Hurricane Sandy Is A Real Election Buzzkill

The storm is putting our politics on hold.

If you’re tired of hearing “… and I approved this message,” then Hurricane Sandy has a small, small silver lining – it’s putting next week’s election on the back burner. Both the presidential and Massachusetts Senate races have to take into account the fact that an event far more newsworthy is keeping the attention of the electorate in the campaign’s final days. Mitt Romney and Barack Obama have cancelled events, and Scott Brown and Elizabeth Warren are suspending their campaigns for the moment.

Over on Politico, Jonathan Allen is weighing a variety of ways the storm could affect the presidential race. Voters without power can’t watch television commercials, for instance, which affects ad strategy. The disaster could shift the story away from Mitt Romney’s growing popularity and instead show the President in a flattering light as he deals with storm fallout. But if the disaster is particularly acute or the government’s reaction is inept, it could hurt the President. The Globe‘s Callum Borchers notes that it forces both candidates to sound a bit more bipartisan and conciliatory than they might otherwise.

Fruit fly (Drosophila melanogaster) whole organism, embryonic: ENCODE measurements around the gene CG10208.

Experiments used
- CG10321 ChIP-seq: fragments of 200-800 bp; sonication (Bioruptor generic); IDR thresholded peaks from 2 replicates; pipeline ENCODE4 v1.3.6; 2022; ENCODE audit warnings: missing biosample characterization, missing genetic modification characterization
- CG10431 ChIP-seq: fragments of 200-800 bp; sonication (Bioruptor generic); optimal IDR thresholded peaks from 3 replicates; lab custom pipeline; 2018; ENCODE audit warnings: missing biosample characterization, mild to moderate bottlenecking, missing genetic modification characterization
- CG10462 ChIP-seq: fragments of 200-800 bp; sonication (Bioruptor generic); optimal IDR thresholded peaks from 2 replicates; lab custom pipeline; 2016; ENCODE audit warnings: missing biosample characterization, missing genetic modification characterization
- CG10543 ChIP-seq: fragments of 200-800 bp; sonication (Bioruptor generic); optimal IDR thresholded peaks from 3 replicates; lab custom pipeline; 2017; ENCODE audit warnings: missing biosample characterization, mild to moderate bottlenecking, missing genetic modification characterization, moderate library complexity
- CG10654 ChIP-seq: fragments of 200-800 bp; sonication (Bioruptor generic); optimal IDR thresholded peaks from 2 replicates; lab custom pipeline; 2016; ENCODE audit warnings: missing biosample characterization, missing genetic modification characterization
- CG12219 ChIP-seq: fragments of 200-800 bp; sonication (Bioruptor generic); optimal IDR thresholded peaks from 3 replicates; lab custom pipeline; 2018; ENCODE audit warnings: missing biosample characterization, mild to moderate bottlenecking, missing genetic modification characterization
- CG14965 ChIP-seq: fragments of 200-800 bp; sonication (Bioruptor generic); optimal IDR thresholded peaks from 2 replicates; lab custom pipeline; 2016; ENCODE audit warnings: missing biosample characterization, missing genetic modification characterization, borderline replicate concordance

Meanwhile, Stonehill College political scientist Peter Ubertaccio writes that similar dynamics will impact the Senate race between Warren and Brown:

The Massachusetts Senate race also takes a back seat this week, depriving the candidates of a clear shot at making an uninterrupted closing argument.  Indeed, we’ll be seeing more of the Governor than the Senate candidates.  And overt political attacks (a staple of close races in the waning days) will be viewed as unseemly during an extended natural disaster.

This seems like a boon to Warren, who is running ahead of Brown in most polls. The Real Clear Politics summary of polls puts her almost 6 points ahead. That means she benefits from a general freeze in the current state of affairs.

Brown and Warren have their final debate scheduled for Tuesday night, and at least for now, that remains unchanged. Though, again, when the candidates have already faced off three times and there’s storm aftermath to follow, it seems unlikely that even a debate will really capture the news. (If only we’d had the entire past two years to pay attention to politics. Oh right, we have.)